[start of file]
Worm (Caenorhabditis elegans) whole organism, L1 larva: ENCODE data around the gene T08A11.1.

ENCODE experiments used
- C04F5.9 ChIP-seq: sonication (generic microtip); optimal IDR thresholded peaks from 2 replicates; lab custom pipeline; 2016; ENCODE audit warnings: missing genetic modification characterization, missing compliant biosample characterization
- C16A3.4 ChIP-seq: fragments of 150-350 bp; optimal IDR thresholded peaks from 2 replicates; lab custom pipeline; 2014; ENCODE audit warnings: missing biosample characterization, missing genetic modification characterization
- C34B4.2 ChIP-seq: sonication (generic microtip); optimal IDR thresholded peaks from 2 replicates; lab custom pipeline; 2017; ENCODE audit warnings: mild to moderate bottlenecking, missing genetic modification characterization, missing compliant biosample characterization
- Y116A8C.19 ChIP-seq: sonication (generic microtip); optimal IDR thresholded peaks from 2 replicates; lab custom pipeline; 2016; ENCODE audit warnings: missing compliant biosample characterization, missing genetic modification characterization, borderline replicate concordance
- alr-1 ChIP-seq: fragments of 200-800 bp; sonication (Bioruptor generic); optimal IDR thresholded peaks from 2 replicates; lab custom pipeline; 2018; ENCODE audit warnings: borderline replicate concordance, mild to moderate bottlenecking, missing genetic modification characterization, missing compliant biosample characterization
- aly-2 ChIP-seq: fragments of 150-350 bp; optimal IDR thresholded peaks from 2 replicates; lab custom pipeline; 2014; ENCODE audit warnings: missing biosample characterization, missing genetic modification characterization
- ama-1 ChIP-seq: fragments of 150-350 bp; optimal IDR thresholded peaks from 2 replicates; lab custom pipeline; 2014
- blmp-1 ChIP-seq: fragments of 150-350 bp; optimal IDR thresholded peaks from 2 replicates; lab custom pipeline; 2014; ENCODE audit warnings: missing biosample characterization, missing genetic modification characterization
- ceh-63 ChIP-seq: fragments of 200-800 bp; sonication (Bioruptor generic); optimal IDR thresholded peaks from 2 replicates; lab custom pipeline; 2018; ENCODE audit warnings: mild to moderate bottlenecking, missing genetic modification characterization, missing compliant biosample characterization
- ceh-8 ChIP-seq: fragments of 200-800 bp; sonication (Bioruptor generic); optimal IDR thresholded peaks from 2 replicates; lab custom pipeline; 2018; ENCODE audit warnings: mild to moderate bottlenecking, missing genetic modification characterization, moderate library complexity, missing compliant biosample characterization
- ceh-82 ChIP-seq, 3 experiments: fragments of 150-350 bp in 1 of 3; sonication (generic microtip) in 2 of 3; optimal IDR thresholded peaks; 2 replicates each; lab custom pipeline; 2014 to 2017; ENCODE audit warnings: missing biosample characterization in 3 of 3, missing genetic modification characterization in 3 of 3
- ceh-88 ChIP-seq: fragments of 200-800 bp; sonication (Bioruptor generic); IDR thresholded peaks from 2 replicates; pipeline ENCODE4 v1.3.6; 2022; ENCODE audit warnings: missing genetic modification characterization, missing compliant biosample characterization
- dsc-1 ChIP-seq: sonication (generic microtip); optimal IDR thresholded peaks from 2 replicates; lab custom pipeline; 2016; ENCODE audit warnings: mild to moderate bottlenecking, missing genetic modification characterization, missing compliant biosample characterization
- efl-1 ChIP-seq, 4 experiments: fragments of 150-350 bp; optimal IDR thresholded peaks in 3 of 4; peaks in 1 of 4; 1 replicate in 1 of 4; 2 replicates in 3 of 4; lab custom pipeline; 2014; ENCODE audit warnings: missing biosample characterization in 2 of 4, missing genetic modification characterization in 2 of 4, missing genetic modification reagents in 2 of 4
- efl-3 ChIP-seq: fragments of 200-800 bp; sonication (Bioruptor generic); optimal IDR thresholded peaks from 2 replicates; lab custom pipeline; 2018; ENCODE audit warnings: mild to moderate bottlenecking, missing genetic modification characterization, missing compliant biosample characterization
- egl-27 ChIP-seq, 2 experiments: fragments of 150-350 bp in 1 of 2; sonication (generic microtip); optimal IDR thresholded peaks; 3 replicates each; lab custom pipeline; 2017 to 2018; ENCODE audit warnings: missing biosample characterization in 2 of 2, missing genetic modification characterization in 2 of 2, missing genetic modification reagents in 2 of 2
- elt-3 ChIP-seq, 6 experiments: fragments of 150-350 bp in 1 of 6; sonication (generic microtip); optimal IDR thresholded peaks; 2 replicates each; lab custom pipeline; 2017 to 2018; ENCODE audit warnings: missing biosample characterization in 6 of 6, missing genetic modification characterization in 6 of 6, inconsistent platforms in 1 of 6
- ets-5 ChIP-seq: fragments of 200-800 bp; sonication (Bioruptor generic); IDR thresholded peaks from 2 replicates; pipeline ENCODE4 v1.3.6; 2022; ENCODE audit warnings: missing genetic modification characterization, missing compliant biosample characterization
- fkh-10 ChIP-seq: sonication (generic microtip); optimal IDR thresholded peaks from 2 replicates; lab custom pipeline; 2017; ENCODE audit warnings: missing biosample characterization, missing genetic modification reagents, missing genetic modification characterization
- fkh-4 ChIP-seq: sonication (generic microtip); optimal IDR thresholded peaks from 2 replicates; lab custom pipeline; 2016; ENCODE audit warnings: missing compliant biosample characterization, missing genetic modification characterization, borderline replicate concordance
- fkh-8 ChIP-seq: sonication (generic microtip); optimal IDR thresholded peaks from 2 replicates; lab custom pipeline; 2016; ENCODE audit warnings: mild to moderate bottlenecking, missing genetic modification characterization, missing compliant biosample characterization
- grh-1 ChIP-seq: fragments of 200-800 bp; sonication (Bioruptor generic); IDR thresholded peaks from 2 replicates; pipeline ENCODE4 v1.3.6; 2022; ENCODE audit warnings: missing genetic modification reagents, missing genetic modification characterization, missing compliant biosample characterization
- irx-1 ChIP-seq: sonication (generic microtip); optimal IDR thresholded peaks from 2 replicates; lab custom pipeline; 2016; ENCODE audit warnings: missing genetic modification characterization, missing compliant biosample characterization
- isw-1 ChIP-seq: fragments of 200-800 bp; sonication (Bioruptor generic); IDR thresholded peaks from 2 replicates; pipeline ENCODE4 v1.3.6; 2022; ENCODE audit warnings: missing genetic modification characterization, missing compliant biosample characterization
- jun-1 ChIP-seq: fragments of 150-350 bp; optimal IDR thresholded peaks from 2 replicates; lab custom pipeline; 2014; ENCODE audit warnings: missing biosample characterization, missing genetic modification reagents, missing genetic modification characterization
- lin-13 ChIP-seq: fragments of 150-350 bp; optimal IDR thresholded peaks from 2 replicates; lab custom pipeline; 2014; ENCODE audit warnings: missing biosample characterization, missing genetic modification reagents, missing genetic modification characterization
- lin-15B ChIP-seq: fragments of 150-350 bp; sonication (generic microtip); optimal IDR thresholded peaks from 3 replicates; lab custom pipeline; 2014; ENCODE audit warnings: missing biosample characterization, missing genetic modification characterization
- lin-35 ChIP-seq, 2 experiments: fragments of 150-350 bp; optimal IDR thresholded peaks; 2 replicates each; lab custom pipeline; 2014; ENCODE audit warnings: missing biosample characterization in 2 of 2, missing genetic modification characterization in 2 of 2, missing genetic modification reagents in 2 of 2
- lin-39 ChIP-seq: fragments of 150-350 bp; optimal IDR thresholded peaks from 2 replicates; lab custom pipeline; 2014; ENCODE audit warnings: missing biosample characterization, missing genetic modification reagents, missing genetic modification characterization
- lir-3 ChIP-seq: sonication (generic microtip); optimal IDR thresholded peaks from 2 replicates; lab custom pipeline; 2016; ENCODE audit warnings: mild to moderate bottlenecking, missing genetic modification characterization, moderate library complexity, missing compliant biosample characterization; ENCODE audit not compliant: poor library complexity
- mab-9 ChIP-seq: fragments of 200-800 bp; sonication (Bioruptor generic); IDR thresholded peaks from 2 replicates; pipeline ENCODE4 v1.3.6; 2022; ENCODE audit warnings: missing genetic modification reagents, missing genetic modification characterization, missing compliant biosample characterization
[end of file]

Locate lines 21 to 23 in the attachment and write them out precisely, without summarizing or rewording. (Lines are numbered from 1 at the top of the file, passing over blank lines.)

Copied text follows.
- fkh-10 ChIP-seq: sonication (generic microtip); optimal IDR thresholded peaks from 2 replicates; lab custom pipeline; 2017; ENCODE audit warnings: missing biosample characterization, missing genetic modification reagents, missing genetic modification characterization
- fkh-4 ChIP-seq: sonication (generic microtip); optimal IDR thresholded peaks from 2 replicates; lab custom pipeline; 2016; ENCODE audit warnings: missing compliant biosample characterization, missing genetic modification characterization, borderline replicate concordance
- fkh-8 ChIP-seq: sonication (generic microtip); optimal IDR thresholded peaks from 2 replicates; lab custom pipeline; 2016; ENCODE audit warnings: mild to moderate bottlenecking, missing genetic modification characterization, missing compliant biosample characterization